GABlog Generative Anthropology in the Public Sphere

June 27, 2014

Further Reflections, Consciousness & Free Will

Filed under: GA — Q @ 8:57 pm

On one hand, nothing is more familiar to us that our own consciousness, which can we safely assume is essentially similar to that of other humans. It seems equally obvious that we have free will. I make decisions constantly, and I change my mind just as frequently. And I can see that others are not able to predict, reliably, what I will do or say next; nor can I predict what others will do. Furthermore, we can observe very clearly that animals share many if not all of the same characteristics of human consciousness. We may never know what it’s like to be a bat, but more familiar animals like deer or cats are obviously aware of their environment in basically the same way that I am aware of my environment. Humans are aware of different things than other animals (notably, right and wrong), but animals may be aware of things that I can’t perceive, like the cat who refused to board the ship destined to sink (as I learned about at the Victoria Maritime museum).

In any case, we are surrounded by living organisms capable of more or less degrees of consciousness. Life is almost omnipresent on this earth, even in places that might seem very inhospitable. So consciousness is the plainest empirical fact in the world, perhaps, as Descartes observed, the only indubitable fact, the one thing we can’t doubt. There is nothing we know better. And we see conscious beings being born, growing, developing, reproducing, and eventually dying all around us. From this perspective, there is no mystery of consciousness, nor of freewill. Consciousness is simply the nature of my existence. Arguably, then, “the burden of proof,” so to speak, should be on those who wish to question the possibility of consciousness. It’s an artificial question without any pragmatic consequences. If the sciences can’t explain the physical basis of consciousness, then so much the worse for them. They either aren’t posing the right question, or their methodology is inadequate.

On the other hand, consciousness and free will are completely anomalous in our universe. The physical sciences tell us beyond any reasonable doubt that our planet is 4.5 billion years old, while humans have only been around for about 2.5 million. And for at least a billion years, earth harbored no forms of life at all. Multicellular forms appeared only in the last billion years. Furthermore, there is no evidence of life on other planets, within or without our solar system. Given the vast size and age of our universe, it is more economical to assume that we are not unique; but the fact remains that as far as we can see or recover, life on earth is anomalous, and human life even more so. From this perspective, the existence of life on earth appears nothing less than miraculous. That, by some completely random process, some mud should get up and start walking around appears highly unlikely, even impossible. We can only wonder, with Blake,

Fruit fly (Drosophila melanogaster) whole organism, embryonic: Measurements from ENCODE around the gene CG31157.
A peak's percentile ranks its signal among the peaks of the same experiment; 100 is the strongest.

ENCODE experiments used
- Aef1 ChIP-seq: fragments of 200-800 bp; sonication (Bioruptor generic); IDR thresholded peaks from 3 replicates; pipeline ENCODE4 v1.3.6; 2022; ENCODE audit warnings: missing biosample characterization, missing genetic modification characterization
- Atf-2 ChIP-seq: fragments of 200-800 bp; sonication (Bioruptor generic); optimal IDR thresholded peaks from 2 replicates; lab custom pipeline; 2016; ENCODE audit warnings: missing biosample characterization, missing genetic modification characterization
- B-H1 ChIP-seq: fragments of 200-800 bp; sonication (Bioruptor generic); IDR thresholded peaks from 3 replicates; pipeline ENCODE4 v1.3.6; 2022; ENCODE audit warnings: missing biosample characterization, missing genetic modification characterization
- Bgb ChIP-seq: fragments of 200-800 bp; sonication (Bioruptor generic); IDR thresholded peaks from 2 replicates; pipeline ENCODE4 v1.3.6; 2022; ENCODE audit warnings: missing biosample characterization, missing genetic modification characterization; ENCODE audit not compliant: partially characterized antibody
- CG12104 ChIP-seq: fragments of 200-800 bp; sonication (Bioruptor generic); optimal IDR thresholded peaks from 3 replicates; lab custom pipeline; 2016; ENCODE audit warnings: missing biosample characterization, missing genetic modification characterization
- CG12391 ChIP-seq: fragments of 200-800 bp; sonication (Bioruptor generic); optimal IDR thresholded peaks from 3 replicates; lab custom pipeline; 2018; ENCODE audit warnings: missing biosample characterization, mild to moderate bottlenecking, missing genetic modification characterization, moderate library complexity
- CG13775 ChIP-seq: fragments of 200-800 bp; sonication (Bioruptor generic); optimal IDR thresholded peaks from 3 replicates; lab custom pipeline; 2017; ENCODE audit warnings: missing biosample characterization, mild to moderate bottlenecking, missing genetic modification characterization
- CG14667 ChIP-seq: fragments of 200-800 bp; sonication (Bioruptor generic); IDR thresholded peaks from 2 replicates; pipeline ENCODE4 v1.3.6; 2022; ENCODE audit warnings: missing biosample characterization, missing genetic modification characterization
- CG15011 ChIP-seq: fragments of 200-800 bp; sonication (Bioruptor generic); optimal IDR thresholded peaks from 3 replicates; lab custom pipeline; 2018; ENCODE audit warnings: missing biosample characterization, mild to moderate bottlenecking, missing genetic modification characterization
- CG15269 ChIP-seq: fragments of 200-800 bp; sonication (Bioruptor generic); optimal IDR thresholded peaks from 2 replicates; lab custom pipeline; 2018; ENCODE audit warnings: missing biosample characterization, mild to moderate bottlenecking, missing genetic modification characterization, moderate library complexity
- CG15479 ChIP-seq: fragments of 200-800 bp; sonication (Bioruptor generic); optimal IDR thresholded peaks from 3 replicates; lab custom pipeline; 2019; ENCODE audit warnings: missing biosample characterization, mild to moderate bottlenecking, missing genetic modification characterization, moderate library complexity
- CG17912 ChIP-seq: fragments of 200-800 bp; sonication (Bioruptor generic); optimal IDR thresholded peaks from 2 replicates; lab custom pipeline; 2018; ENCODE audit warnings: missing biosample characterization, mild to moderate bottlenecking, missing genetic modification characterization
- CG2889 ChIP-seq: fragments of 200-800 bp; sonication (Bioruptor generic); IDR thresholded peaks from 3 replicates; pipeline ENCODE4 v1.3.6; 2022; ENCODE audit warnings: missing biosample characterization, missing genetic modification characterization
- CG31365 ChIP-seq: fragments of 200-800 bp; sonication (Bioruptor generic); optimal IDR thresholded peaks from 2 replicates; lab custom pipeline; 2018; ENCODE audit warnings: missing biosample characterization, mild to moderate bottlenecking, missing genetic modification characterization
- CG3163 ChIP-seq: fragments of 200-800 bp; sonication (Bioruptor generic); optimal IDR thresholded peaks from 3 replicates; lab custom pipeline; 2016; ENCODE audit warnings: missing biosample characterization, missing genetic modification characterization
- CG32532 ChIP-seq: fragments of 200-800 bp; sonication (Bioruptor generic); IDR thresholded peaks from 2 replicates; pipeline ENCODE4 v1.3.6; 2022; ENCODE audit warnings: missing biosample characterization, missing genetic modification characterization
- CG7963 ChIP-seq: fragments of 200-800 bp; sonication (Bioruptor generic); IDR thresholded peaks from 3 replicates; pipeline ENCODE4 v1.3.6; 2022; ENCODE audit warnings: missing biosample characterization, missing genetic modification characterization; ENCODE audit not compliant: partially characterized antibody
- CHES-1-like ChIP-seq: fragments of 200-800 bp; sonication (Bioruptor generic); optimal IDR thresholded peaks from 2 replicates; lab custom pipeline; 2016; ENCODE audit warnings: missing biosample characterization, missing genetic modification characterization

Tiger, tiger, burning bright

In the forests of the night,

What immortal hand or eye

Could frame thy fearful symmetry?

In what distant deeps or skies

Burnt the fire of thine eyes?

On what wings dare he aspire?

What the hand dare seize the fire?

And what shoulder and what art

Could twist the sinews of thy heart?

And when thy heart began to beat,

What dread hand and what dread feet?

What the hammer? what the chain?

In what furnace was thy brain?

What the anvil? What dread grasp

Dare its deadly terrors clasp?

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